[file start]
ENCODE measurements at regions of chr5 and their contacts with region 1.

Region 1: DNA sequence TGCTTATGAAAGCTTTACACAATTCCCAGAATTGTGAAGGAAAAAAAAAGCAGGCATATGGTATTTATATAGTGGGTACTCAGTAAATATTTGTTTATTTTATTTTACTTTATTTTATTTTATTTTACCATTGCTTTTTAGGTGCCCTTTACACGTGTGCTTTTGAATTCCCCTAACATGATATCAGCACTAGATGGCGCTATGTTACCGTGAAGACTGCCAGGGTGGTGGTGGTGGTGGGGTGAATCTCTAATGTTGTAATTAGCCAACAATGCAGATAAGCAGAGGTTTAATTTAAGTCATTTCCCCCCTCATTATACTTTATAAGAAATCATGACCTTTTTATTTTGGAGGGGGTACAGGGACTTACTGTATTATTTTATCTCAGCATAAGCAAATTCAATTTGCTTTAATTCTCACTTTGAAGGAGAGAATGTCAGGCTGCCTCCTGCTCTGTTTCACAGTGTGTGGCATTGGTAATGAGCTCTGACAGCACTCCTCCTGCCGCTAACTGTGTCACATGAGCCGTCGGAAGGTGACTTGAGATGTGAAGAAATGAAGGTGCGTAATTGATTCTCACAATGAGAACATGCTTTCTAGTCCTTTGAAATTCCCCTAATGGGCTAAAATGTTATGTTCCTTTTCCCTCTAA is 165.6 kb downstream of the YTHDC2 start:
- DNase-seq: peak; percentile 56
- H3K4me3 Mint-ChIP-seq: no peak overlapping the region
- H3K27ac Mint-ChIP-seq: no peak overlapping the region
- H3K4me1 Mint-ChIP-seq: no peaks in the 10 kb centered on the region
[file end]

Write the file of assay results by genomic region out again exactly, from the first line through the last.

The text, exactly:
ENCODE measurements at regions of chr5 and their contacts with region 1.

Region 1: DNA sequence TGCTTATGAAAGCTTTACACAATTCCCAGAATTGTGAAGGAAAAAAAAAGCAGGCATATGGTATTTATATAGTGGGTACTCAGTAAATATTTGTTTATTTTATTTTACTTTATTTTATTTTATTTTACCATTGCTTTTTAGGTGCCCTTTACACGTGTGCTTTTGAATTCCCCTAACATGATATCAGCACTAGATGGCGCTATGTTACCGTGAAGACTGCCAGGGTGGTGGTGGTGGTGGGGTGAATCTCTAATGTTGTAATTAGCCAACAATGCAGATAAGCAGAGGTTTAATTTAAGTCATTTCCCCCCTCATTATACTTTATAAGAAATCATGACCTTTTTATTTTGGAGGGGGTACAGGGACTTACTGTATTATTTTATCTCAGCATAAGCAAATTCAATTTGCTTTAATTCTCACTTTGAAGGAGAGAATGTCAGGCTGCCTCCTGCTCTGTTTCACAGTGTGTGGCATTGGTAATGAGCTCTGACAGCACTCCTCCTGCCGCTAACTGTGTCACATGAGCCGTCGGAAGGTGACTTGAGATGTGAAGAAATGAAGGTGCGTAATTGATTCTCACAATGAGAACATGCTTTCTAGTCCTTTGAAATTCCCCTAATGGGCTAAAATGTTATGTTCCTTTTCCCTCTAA is 165.6 kb downstream of the YTHDC2 start:
- DNase-seq: peak; percentile 56
- H3K4me3 Mint-ChIP-seq: no peak overlapping the region
- H3K27ac Mint-ChIP-seq: no peak overlapping the region
- H3K4me1 Mint-ChIP-seq: no peaks in the 10 kb centered on the region